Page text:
Our last column centered on the significance of our settler colonial context, not only for forest defense and other ecological struggles, but also with regard to how we position ourselves in relation to the land, life and collective survival- with the ultimate objective of destroying the settler colony and returning its territory to the continents original inhabitants. This autumn saw a heartening expansion of anti-colonial solidarity actions, from Washington and Oregon to Michigan and Philadelphia. Some of these actions happened in response to solidarity calls, one took place on the colonial holiday columbus day, one on thanksgiving, and another responded in part to the brutal consequences of the climate collapse in the global south. In discussing the need to take apart elements of colonial industry and infrastructure, the communiques attest to the ways in which destructive acts, when paired with anti-colonial methods, can help empower people to move towards self organization and action, nurture non-hierarchical relationships, and cultivate “communities of collective resistance and joyful militancy.”
Distribution of Night Owls is decentralized- don’t forget to print the column, bring it to infoshops, drop it in newspaper boxes, or just pass it to your friends.
9/25 Mountain Brook Alabama: The chairman and CEO of Brasfield & Gorrie, the general contractor behind Atlanta’s cop city, was visited at night by “fey (un)painter’s union”. The cars in his driveway were splashed with lacquer thinner, their windows etched, and the house was redecorated with pink paint.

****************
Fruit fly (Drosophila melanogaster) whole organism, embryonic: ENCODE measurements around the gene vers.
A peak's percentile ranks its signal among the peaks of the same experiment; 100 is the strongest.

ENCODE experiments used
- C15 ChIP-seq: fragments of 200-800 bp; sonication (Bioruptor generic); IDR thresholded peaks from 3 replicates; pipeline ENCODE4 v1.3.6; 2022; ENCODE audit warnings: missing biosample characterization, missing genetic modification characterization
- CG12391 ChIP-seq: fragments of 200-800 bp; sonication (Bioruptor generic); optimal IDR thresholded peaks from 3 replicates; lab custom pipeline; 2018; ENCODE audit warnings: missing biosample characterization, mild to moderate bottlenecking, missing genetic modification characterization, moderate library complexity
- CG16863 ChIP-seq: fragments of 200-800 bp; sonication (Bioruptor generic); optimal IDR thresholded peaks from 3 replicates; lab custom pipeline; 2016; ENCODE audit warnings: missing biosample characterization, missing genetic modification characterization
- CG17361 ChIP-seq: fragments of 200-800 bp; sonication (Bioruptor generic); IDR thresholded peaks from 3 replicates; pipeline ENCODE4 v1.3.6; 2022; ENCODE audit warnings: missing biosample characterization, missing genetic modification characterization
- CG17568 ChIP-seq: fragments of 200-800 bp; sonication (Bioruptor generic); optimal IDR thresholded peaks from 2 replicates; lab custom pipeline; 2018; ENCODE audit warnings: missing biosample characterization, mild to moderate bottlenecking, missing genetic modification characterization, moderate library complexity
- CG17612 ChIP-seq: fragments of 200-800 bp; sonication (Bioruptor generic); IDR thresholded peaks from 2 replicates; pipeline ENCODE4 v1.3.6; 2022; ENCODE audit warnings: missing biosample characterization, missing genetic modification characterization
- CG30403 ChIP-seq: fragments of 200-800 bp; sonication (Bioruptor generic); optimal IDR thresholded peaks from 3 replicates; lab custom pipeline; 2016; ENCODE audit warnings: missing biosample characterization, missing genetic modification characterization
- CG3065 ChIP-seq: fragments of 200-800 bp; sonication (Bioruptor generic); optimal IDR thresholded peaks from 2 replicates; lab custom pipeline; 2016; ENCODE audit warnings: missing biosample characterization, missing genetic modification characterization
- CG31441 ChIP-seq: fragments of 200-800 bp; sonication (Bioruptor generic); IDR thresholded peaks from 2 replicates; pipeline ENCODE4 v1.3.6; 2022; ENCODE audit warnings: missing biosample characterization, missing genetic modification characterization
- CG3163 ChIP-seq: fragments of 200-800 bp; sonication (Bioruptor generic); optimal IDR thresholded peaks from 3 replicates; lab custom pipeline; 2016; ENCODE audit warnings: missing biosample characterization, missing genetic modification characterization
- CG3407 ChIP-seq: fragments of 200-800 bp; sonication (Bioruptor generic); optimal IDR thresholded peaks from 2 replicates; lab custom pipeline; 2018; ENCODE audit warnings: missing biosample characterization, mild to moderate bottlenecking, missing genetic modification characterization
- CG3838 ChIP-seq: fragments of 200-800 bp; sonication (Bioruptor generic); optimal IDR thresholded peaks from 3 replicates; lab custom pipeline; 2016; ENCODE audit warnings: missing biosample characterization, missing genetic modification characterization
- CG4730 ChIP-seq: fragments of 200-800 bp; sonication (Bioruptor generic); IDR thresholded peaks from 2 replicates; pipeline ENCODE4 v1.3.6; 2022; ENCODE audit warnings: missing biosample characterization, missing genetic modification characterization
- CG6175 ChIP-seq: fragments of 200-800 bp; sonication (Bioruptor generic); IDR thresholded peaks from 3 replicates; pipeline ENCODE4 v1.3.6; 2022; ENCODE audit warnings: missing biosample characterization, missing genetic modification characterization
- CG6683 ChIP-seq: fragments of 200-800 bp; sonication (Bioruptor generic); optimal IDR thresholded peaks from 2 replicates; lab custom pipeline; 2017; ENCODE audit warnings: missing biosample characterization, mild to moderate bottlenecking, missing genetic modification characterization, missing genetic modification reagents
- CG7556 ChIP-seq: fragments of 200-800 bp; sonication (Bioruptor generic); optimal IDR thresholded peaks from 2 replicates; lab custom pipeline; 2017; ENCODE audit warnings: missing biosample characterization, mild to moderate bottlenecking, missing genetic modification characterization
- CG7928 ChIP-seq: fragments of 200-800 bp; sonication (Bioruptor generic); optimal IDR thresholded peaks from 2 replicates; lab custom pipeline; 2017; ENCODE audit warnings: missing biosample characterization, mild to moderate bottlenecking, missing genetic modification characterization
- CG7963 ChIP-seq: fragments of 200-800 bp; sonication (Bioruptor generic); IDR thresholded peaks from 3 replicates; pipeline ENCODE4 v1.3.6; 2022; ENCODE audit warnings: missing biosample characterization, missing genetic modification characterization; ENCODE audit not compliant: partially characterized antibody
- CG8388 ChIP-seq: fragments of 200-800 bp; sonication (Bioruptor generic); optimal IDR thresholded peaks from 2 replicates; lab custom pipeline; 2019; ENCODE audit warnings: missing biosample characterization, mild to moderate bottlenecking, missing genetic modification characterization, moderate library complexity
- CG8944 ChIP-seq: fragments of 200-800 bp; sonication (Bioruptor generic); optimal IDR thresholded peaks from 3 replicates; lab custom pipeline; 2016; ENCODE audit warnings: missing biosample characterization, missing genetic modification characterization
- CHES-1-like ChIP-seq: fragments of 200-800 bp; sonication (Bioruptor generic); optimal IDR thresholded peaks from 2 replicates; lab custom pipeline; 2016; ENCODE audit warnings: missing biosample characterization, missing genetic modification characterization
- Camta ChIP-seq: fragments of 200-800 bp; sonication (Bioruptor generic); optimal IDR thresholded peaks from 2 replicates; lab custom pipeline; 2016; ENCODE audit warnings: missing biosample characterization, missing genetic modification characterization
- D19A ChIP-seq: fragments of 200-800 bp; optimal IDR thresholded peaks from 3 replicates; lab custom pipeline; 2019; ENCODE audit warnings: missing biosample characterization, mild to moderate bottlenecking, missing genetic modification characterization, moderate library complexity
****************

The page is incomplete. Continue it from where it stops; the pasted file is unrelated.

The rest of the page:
9/28 Pittsburgh, PA: 3 police cruisers were burned outside of a police training facility.
10/05 Northern Michigan (occupied Anishinabewaki and Odawa territory) Machinery is torched inside of an Enbridge facility, signed by “the first of many” who’s statement read “i write this while the black snakes beneath my feet prepare once again to go under the mackinac straits, a sacred place where all of the great lakes converge, the great lakes which make up nearly 20% of the world’s fresh water. we must not let this happen.”
10/6 Atlanta, GA: Stake Center and City of Atlanta workers are ambushed while doing survey work near the Atlanta forest, leaving behind broken windows and slashed tires. A statement left read: “If you come to the woods to do something other than defend the forest, expect to have car problems.”
10/10 Atlanta, GA: In a statement left behind it was read that Georgia power work trucks and boom cranes “were descended upon with rocks & fire at the very edge of forest otherwise known as the old prison farm(…) May the Pines and Oaks and Fruit Trees you fell one day fall on & destroy your personal homes & vehicles!”
10/12 Philadelphia, PA: A colonizer statue was vandalized on columbus day. A statement left said “Fighting colonization is a way to nurture a less hierarchical relation with the land and whose that live on it.”
10/12 Longmeadow, MA: An individual unleashed a hive full of bees on sheriff’s deputies, some of them allergic to bee stings, as they tried to serve an eviction notice.
10/18 Atlanta, GA: Unknown assailants broke into the massive Shadowbox Studios movie complex involved in the destruction of the Atlanta forest and managed to partially burn down a structure used as a dressing room. A statement left read: “We don’t like movies. We don’t like screens. We are in the real world: Unseen to the hypno-dystopic civilization around us, somewhere among shadow and tree.”
10/18 Michigan: “Stop Camp Grayling” and “Stop All Cop Cities” are graffitied onto 3 police cars somewhere in Michigan.
11/5 Atlanta, GA: A surveillance camera at the old prison farm is cut down.